Updated Thursday, May 4, 4:25 PM with a quote from Hey, Skanska & Brooks, down in front! (see below for the quote).
The Seattle Times reports that the city’s Design Review Board has approved Skanska’s current design proposal for Stone34.
I haven’t seen anything new on the Hey, Skanska & Brooks, down in front! Facebook page, but I did see the following update posted on the Stone34 page:
The Design Review Board recommended approval of Stone34 and affirmed that the current design meets the City’s Design Guidelines – your great comments and letter of support were KEY to making that happen, thank you!
Last night, at our 4th Design Review for this project, the Board heard loud and clear from the community that this is a beautiful building, an important deep green project, and a wonderful community asset. The DRB was appreciative of the design team’s responsiveness to the feedback of the board, and the community.
We plan to continue the dialog with you and there will be many more opportunities for updates and additional feedback as we move forward – stay tuned!
Here’s what the folks on the Hey, Skanska & Brooks, down in front! Facebook page had to say:
Many thanks to all the neighbors who showed up in force at the various Design Review Board meetings. While the Board decided to approve the design, your voice made a big difference in the process in three huge ways:
1) We demonstrated that the building as it is currently being proposed is “controversial” as it was described in a Seattle Times article yesterday.
2) The community outpouring likely helped the Design Review Board require that Skanska chisel away at the top floors. While the building is still way too massive for this neighborhood, it’s definitely better than the original design.
3) In spite of the massive efforts by Skanska to sway the Board, the vote was close. Originally the votes was 2 to 2 on granting the departures for the extra 20 feet. (The chair changed his vote so the final result was 3 -1). The final vote to recommend the project was 3 to 1.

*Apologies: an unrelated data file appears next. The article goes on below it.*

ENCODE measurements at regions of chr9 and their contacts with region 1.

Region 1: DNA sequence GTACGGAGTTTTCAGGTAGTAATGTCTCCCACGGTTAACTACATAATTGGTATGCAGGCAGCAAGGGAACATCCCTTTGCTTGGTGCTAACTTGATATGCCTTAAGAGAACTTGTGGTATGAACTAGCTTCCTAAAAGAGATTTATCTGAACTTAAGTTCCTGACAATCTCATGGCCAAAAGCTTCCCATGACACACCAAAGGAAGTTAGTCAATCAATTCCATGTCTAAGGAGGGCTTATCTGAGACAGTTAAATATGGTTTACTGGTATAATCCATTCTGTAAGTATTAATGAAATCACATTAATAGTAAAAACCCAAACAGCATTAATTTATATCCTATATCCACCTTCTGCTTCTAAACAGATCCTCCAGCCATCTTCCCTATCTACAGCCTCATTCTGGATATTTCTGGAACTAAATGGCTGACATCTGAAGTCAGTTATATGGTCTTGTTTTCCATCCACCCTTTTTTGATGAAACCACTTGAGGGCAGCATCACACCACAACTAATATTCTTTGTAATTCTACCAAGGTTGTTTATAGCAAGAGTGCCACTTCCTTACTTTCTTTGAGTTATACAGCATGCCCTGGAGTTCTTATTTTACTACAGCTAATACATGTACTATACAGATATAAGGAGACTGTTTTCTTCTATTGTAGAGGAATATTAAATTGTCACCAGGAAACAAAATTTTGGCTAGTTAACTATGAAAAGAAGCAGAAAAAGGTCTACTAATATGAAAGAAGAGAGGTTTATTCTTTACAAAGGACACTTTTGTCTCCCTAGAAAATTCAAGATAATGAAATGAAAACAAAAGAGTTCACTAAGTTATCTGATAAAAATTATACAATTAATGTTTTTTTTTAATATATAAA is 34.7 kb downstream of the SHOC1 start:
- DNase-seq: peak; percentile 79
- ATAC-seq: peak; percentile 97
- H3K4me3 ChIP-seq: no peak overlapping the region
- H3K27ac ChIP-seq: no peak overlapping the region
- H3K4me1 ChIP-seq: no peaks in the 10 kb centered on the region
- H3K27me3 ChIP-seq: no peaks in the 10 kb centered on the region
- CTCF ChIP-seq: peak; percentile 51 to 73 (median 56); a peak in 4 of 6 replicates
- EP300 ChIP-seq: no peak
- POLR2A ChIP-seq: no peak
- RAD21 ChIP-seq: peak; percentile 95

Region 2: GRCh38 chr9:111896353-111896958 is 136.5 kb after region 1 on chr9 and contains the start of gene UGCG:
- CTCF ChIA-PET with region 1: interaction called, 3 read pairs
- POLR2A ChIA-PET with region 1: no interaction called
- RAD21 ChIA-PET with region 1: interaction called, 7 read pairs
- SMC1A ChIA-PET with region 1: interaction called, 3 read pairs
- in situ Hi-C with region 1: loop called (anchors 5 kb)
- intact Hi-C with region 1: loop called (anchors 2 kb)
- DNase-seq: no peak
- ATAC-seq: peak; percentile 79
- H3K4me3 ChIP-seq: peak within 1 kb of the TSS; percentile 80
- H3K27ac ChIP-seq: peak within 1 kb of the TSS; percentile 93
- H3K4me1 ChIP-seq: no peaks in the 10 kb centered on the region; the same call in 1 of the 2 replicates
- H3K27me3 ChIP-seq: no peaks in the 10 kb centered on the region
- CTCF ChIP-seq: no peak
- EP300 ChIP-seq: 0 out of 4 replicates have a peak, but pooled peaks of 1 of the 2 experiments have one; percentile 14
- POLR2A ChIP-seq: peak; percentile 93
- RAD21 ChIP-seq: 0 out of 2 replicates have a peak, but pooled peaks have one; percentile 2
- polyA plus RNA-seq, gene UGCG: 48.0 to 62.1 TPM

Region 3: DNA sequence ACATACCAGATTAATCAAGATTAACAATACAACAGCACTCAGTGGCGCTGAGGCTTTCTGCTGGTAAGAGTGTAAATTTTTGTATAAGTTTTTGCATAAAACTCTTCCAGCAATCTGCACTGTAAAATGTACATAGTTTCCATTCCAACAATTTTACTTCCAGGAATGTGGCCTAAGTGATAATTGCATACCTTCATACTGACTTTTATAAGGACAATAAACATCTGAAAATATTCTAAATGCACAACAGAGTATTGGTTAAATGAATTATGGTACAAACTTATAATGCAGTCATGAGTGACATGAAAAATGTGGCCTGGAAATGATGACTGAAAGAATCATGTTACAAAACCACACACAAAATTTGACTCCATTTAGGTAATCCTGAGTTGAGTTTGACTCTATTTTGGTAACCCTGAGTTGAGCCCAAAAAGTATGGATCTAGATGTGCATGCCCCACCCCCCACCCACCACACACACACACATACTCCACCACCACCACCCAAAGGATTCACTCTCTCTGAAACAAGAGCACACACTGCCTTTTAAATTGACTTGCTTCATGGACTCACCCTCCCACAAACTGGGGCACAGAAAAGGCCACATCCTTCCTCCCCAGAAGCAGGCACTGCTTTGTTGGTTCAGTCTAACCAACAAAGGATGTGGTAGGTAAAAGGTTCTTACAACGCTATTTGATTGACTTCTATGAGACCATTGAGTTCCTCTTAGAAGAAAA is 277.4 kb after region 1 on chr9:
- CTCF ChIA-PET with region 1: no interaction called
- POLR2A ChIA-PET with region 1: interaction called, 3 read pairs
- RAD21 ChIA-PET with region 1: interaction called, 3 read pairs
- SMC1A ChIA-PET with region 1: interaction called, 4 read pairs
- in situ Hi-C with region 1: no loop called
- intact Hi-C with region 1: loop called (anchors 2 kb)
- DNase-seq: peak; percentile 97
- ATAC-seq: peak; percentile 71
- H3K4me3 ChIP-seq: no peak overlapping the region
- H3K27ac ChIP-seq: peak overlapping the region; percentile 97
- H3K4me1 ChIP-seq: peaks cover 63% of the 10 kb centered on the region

Getting the design approved through the DRB is only one step in the process. At this point, the city council has still not passed the legislation that would allow the height departure.
The report in the Seattle Times that the “Board assumed” the amendments would pass is not entirely correct. The Board was told by DPD that they had to assume that the legislation would pass for its review of the project. Even then it is not clear what amendments the Board was to assume were in effect. Between the third and fourth DRB meetings, Skanska/Brooks/DPD changed the proposed amendments to eliminate the requirement that the departures not conflict with adopted design guidelines!
The neighborhood still has ample opportunity to make a difference! There are still many issues with this building that need to be addressed. So far, Skanska has not adequately demonstrated that the departure is warranted.
The pending legislation that would allow this departure states that Skanska must demonstrate that the departure would result in a development that better meets the intent of the adopted design guidelines or that better meets the goals of the Living Building Challenge.
We know that a taller building does not better meet the DRB guidelines – especially the one that states that projects should be “compatible with the scale of development for the surrounding area and should provide a sensitive transition to near-by, less intensive zones.”
An 82-foot building in an area zoned for 45-feet – and within feet of a designated shoreline zoned for 30 feet – does not lend itself to a “sensitive transition.” The minor setbacks that Skanska has established cannot do enough height and bulk mitigation to satisfy the DRB guidelines.
We also know that a taller building will not result in a development that better meets the goals of the Living Building Challenge. The LBC should not be allowed to be used as a pretext for obtaining unrelated special privileges in conflict with existing land use law.
(Hat tip to Nancy M. for the heads-up!)